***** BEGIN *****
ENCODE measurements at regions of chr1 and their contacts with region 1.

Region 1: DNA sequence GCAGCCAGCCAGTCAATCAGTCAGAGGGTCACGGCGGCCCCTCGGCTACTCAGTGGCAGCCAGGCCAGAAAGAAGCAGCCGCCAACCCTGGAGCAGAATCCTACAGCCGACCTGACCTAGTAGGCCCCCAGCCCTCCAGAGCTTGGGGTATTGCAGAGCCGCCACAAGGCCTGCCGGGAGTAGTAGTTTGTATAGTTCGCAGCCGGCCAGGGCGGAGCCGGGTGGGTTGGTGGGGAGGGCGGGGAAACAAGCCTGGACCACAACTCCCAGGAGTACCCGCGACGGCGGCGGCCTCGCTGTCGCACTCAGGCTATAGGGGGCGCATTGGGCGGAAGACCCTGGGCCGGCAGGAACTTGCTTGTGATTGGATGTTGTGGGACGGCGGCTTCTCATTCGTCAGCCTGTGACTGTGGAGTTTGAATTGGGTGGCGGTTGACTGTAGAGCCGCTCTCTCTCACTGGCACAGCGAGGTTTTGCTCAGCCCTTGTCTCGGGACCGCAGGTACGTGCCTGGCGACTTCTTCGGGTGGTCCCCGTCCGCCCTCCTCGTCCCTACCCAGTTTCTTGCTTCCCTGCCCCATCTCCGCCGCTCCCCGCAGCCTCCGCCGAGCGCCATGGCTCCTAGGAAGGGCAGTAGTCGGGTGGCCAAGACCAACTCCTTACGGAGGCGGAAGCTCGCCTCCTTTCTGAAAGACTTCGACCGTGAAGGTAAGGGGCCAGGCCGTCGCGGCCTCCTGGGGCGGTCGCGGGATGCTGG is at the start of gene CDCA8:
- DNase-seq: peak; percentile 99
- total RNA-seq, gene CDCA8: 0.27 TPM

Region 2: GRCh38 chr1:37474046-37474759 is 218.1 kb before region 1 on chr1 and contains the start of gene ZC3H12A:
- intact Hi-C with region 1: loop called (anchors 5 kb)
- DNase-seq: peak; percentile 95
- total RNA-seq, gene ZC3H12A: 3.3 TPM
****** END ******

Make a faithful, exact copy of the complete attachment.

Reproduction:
ENCODE measurements at regions of chr1 and their contacts with region 1.

Region 1: DNA sequence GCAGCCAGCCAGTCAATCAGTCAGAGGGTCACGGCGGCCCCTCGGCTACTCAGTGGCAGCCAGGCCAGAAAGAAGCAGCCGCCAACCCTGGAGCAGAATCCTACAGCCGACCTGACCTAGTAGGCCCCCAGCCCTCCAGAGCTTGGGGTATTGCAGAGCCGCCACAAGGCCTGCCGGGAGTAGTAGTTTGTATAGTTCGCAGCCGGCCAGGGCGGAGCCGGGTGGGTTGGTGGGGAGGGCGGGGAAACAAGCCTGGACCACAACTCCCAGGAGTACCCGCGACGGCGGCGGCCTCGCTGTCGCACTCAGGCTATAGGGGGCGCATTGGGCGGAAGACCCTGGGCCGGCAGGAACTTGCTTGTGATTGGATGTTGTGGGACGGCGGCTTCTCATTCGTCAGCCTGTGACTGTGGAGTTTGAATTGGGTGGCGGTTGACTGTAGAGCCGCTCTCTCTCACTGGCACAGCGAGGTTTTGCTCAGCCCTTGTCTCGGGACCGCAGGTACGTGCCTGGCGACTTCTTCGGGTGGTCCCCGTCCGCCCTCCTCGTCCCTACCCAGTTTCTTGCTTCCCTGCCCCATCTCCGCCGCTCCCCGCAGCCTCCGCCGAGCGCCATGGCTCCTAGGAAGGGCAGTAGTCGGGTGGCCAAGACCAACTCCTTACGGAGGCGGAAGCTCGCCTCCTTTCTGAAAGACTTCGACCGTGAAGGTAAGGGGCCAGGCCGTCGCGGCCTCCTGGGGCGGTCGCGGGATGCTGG is at the start of gene CDCA8:
- DNase-seq: peak; percentile 99
- total RNA-seq, gene CDCA8: 0.27 TPM

Region 2: GRCh38 chr1:37474046-37474759 is 218.1 kb before region 1 on chr1 and contains the start of gene ZC3H12A:
- intact Hi-C with region 1: loop called (anchors 5 kb)
- DNase-seq: peak; percentile 95
- total RNA-seq, gene ZC3H12A: 3.3 TPM